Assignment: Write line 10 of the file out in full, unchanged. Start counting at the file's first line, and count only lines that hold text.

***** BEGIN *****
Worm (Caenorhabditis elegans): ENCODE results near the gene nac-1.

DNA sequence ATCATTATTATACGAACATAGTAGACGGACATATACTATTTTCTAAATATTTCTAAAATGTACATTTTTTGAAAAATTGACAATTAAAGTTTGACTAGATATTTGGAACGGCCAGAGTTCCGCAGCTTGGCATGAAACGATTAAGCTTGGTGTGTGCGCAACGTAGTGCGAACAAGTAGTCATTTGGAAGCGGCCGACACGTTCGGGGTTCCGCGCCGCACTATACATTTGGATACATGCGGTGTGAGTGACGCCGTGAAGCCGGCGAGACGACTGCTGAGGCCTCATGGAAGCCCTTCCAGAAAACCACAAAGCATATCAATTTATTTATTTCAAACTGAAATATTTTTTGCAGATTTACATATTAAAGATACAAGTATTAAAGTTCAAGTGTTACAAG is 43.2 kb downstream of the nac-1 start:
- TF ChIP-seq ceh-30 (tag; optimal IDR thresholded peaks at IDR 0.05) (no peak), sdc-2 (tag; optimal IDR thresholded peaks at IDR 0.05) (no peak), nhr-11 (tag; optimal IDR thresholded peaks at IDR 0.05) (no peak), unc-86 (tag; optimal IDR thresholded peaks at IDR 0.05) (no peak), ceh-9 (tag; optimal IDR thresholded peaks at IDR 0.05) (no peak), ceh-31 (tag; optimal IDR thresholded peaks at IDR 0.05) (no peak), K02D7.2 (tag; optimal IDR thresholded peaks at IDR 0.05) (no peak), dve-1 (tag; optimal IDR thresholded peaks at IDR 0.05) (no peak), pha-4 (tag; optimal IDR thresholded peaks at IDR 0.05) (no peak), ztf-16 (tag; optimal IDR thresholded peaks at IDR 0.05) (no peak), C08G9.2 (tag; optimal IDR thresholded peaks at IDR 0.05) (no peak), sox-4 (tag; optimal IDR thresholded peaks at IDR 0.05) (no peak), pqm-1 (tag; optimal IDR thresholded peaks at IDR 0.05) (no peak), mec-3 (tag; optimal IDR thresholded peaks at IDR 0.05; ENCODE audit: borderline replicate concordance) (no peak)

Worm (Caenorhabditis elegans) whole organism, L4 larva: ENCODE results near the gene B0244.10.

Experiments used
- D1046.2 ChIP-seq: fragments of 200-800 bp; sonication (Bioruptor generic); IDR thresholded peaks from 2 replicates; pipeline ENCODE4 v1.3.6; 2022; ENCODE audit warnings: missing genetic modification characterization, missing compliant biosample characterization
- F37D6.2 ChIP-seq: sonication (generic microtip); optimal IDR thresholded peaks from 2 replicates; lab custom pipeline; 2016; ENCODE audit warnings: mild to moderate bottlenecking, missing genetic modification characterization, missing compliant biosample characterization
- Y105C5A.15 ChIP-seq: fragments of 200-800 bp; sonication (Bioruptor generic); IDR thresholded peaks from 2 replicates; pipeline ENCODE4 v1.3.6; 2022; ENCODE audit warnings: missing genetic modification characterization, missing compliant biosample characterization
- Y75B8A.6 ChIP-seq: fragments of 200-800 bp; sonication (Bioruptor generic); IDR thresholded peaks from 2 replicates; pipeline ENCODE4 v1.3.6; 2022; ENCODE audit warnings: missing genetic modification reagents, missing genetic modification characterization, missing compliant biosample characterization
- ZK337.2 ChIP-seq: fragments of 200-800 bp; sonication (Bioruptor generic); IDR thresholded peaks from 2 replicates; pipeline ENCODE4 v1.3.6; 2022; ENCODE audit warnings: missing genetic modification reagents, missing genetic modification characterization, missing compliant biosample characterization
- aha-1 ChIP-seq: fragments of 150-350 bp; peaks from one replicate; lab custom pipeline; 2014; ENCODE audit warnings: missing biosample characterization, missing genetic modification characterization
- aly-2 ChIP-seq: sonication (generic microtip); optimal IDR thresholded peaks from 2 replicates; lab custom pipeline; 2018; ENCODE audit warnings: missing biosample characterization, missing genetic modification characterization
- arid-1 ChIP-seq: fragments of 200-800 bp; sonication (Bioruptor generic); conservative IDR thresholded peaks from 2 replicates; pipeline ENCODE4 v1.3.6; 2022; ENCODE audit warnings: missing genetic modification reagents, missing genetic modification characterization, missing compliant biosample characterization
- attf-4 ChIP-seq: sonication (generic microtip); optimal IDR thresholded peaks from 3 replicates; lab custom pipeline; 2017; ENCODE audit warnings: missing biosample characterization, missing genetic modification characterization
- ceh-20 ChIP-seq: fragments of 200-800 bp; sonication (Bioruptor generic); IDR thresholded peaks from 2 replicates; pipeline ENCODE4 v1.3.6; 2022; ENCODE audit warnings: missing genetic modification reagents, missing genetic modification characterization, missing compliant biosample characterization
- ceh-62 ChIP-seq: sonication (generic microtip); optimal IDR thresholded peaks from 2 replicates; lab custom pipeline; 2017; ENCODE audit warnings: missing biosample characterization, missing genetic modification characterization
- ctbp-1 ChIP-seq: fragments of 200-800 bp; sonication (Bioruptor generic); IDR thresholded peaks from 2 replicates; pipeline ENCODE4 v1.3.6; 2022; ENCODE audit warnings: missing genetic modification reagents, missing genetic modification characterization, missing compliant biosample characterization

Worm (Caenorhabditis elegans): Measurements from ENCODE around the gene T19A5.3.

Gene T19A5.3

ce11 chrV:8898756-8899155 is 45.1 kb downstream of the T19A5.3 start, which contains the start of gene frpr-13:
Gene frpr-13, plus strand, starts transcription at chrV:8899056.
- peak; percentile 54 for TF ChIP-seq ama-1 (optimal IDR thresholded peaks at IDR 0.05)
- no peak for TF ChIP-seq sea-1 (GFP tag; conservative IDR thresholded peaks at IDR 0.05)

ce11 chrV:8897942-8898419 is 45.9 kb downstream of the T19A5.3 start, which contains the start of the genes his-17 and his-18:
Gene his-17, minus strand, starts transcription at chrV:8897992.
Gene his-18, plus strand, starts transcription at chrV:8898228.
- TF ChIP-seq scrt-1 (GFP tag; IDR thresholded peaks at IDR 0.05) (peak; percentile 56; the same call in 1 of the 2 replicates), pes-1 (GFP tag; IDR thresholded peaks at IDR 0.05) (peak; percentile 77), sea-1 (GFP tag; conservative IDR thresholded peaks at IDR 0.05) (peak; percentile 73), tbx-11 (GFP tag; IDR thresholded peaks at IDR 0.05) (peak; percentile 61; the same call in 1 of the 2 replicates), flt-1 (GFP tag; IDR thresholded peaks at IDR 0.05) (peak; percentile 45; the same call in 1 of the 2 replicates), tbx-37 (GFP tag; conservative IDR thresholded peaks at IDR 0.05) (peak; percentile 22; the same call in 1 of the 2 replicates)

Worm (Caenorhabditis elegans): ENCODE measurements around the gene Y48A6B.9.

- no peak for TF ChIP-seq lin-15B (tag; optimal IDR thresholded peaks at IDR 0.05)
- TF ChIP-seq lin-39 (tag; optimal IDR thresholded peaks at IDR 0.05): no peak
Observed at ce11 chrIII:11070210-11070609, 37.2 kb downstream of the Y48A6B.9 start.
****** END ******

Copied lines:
- ZK337.2 ChIP-seq: fragments of 200-800 bp; sonication (Bioruptor generic); IDR thresholded peaks from 2 replicates; pipeline ENCODE4 v1.3.6; 2022; ENCODE audit warnings: missing genetic modification reagents, missing genetic modification characterization, missing compliant biosample characterization